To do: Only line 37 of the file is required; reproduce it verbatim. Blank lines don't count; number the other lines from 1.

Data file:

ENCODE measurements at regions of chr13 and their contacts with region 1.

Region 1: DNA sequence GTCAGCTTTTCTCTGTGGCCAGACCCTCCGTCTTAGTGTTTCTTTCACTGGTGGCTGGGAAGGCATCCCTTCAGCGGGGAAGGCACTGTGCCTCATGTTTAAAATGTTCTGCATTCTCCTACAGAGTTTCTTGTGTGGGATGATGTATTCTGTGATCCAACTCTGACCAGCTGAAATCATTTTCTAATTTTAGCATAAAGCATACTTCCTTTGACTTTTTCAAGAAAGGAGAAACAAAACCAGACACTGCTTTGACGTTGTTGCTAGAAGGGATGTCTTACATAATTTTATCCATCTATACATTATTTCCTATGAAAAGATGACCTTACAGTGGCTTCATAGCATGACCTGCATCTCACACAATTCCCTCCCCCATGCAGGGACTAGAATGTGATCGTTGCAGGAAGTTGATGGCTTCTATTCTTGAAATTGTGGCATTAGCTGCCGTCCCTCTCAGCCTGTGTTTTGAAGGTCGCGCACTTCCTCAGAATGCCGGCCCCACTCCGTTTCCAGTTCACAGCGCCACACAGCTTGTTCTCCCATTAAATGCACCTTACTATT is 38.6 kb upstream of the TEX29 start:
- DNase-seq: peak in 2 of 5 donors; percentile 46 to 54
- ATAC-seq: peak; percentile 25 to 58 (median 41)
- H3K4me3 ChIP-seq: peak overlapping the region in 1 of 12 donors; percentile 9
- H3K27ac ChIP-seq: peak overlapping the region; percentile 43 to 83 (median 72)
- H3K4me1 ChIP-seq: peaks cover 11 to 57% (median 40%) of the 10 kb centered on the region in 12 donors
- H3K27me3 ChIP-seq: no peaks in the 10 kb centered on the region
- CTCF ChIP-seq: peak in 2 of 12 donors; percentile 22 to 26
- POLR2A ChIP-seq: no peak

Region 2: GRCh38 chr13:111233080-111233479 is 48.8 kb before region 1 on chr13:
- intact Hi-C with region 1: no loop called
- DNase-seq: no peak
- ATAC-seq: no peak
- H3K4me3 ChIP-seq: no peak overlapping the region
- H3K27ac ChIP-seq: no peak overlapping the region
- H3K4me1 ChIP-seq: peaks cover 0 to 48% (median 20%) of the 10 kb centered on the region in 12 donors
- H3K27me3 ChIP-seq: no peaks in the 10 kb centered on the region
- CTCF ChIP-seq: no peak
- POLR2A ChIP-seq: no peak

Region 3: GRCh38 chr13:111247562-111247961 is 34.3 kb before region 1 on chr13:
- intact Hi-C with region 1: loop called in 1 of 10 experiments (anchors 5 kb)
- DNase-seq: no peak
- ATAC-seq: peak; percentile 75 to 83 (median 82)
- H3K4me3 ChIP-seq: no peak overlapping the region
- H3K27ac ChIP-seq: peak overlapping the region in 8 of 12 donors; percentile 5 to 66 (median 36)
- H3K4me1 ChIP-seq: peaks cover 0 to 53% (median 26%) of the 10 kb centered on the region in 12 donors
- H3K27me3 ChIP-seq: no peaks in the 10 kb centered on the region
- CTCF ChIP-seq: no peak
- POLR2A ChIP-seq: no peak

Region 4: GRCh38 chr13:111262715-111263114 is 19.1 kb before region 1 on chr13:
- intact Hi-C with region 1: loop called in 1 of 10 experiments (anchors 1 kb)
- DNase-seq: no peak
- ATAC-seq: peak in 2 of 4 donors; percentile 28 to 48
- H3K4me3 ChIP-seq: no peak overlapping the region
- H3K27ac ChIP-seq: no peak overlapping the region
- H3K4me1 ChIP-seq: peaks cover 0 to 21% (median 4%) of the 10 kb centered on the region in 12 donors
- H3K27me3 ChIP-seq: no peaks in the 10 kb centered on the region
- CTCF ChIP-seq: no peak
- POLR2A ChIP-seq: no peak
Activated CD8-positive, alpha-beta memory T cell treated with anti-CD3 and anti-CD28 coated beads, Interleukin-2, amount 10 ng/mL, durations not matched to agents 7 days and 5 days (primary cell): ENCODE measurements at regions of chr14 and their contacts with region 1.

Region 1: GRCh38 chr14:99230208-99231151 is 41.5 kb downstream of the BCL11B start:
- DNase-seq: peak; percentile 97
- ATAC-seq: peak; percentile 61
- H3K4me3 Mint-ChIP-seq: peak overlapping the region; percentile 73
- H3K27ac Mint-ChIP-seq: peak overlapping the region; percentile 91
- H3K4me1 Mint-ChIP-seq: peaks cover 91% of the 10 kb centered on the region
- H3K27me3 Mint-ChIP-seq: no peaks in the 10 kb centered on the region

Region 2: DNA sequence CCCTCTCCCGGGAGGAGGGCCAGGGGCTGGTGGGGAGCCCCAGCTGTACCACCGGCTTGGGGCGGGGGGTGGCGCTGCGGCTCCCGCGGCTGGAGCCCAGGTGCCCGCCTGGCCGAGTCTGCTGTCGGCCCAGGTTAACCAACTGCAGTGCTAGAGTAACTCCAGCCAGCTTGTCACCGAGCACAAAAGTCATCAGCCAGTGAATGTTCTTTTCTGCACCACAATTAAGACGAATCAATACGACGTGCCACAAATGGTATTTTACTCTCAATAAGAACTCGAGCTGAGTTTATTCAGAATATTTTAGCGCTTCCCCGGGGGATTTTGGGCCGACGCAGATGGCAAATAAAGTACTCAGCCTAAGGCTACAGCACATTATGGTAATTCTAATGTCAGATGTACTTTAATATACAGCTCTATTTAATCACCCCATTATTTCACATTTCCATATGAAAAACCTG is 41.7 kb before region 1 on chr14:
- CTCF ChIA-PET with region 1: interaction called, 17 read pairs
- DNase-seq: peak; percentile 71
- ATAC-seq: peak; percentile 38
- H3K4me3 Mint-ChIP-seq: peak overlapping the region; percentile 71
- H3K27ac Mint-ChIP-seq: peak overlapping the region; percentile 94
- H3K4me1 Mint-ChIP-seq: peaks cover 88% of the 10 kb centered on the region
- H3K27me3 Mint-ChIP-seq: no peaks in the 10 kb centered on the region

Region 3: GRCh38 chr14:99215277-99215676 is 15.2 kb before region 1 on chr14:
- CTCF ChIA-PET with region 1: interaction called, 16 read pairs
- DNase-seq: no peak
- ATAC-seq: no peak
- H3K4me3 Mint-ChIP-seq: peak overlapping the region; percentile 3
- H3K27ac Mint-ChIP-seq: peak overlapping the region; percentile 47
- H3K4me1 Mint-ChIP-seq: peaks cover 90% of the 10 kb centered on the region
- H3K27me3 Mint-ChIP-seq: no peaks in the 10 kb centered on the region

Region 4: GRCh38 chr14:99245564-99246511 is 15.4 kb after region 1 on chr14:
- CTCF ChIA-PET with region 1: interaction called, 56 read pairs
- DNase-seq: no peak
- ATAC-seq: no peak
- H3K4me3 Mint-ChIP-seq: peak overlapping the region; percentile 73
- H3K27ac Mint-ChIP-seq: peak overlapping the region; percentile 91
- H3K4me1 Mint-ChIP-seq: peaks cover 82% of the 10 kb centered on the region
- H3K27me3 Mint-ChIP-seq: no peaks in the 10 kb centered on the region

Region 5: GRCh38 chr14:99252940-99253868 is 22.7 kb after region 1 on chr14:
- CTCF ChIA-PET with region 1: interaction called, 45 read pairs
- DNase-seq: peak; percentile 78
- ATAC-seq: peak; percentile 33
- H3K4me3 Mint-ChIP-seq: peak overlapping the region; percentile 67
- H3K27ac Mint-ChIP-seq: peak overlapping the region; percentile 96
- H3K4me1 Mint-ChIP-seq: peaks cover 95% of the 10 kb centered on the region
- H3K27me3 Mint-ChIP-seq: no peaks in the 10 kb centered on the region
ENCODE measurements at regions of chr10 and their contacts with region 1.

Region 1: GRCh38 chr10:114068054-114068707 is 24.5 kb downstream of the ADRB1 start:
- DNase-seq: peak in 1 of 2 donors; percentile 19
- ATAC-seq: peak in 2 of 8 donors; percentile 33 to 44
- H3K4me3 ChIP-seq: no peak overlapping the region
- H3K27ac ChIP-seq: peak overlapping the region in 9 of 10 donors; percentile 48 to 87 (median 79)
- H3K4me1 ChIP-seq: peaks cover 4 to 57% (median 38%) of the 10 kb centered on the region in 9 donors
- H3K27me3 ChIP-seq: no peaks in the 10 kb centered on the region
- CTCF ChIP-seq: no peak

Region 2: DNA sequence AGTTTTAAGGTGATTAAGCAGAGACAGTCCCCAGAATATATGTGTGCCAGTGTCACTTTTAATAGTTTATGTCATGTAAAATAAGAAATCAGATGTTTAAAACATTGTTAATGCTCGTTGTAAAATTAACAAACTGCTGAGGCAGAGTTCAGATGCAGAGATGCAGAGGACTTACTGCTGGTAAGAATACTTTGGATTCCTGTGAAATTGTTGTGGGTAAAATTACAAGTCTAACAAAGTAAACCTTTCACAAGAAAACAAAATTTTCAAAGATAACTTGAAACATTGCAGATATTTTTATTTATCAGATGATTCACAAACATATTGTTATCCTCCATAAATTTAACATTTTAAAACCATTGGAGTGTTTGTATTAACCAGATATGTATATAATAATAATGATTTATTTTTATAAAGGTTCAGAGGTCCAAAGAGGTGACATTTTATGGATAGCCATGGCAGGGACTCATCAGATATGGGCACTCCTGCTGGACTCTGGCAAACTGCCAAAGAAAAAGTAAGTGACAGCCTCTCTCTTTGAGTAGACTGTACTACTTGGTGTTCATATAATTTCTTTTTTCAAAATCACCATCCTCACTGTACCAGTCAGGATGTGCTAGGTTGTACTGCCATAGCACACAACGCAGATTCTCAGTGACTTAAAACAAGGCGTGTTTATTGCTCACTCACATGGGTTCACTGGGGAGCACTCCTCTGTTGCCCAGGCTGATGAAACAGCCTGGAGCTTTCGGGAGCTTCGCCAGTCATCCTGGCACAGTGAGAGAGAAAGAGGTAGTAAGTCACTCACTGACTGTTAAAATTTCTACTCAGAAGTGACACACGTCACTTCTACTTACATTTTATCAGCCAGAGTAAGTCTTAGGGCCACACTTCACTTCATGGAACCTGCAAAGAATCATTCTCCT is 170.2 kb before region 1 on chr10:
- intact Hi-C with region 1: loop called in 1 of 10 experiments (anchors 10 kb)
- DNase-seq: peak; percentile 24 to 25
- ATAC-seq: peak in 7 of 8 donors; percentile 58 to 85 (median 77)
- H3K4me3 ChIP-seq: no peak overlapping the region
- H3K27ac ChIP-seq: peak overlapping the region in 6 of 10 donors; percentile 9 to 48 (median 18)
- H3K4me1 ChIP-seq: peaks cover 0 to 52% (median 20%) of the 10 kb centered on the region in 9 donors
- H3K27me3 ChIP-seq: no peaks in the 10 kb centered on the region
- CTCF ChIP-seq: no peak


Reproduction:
- H3K4me1 ChIP-seq: peaks cover 0 to 21% (median 4%) of the 10 kb centered on the region in 12 donors